The river Cole in Yardley, and its fords and bridges



The River Cole is about 25 miles long. It rises on the lower slopes of Forhill, one of the south-western ramparts of the Birmingham Plateau, and flows largely north-east across the plateau to enter the River Blythe below Coleshill. Its source is very near the main watershed of Midland England: tributaries are few and very short except in the lower reaches, outside Yardley, so the Cole is only a small stream. Average gradient of the central reaches is 10½ feet in a mile. There is a fast run-off from the drift-covered clay which makes up its catchment area, and heavy rain produces sudden floods: in the absence of replenishing side-streams these subside as quickly as they rise. The Cole is normally shallow, except where weirs maintain an artificial depth. The name is probably Celtic, from the word meaning 'hazel'. In the Charter of 972 the river throughout Yardley is Colle: it has since borne several different local names:

972 Colle

1275 Maerebroc (Boundary Brook)*

1495 The Water of Cowle

1609 The Water of Cole

1649 Inkford Brook *

Hemill, Hay Mill Brook 1700s

Low Brook 1700s *

Greet Brook 1700s 

* - south of Yardley


The Cole has been employed to work 12 watermills, 5 of them in Yardley, and its tributaries 8 possibly 9, of which 2 were in our manor. Riverside ones were Greet (ref. 1275), Sarehole (pre-1542), Hay Mill (1495), Wash Mill (? 1385), and Titterford (1779). The others were Lady Mill on Coldbath Brook (1685), Broomhall (1778), and a possible mill powered by Danford Lake.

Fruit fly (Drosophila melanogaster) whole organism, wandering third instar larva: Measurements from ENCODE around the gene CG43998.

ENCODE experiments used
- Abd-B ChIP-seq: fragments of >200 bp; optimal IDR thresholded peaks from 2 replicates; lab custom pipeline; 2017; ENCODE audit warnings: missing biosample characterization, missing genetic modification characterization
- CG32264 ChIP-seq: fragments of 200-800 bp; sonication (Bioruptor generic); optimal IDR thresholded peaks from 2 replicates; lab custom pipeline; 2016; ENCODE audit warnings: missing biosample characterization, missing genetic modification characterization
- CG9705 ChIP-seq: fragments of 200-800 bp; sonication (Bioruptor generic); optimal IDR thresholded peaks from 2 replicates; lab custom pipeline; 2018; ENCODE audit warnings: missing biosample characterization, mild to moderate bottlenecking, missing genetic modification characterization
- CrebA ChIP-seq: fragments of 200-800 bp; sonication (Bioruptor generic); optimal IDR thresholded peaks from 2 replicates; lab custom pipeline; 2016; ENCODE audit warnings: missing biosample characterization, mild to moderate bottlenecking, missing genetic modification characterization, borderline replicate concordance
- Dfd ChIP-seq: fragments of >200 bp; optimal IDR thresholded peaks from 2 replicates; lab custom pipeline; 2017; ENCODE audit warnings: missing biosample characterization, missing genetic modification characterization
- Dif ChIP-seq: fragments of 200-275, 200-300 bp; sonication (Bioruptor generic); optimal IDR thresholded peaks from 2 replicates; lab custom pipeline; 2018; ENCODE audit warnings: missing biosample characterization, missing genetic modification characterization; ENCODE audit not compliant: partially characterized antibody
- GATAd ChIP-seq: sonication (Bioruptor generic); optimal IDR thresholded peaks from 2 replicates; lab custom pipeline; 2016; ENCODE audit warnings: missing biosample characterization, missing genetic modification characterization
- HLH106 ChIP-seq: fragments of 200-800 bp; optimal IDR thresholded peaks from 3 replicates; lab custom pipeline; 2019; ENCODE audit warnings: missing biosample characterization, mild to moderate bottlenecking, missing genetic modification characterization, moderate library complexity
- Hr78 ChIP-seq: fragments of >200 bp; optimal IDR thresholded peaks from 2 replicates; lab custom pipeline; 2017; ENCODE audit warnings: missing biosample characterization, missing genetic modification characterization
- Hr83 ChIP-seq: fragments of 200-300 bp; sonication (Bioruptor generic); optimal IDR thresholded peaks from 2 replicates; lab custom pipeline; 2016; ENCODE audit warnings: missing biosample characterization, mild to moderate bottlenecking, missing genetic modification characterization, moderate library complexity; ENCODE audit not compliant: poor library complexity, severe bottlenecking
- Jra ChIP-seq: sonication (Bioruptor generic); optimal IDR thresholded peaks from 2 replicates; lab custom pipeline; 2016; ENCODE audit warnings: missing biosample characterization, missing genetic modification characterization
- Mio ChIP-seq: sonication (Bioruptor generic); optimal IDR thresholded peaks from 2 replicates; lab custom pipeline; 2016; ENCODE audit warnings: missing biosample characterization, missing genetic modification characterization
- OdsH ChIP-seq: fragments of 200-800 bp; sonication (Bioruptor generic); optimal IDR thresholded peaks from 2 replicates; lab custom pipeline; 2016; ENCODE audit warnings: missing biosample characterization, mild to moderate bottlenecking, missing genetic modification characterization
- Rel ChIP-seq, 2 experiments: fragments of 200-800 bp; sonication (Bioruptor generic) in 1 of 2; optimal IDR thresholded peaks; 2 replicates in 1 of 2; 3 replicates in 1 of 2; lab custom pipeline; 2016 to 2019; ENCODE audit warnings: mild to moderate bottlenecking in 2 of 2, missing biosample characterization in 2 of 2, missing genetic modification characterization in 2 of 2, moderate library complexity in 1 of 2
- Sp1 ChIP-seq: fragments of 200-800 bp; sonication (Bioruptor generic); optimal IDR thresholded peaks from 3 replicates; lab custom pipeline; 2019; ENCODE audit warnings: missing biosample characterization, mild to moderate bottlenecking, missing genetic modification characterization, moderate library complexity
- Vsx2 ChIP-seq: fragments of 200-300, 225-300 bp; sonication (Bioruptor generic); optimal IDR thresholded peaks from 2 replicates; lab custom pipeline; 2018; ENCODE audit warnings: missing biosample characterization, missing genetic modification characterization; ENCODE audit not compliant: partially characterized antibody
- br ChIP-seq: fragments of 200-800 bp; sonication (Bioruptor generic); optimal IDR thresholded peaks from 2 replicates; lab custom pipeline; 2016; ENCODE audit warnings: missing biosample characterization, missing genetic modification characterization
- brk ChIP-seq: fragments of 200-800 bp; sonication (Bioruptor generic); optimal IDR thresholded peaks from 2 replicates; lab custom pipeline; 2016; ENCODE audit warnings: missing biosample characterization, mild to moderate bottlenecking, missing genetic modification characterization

The oldest fords across Cole were probably at Titterford and Stechford, where the through-Yardley ridgeway descends into the valley. Rotyford on Yardley Green Road was a crossing of necessity, but a bad one in clay - its name seems to mean 'slimy, slippery' - whereas the others had firm gravel beds. It is at least possible that from early medieval times millweirs at Titterford and Stechford held back the river, creating a shallows which would in normal flow be forded safely. (For practical reasons later and rebuilt mills were sited in riverside meadows and fed by leats). Certainly at Greet Mill Stratford Road diverges to cross below the site of the weir, making use of the gravel bed and the customary shallows - but from the 13th century there are records of men and horses swept away there during floods. Hay Mill ford, so called, was far downstream of the mill and below the confluence with the sometime 'torrent' of Spark Brook, so that it too must have been dangerous after heavy rain.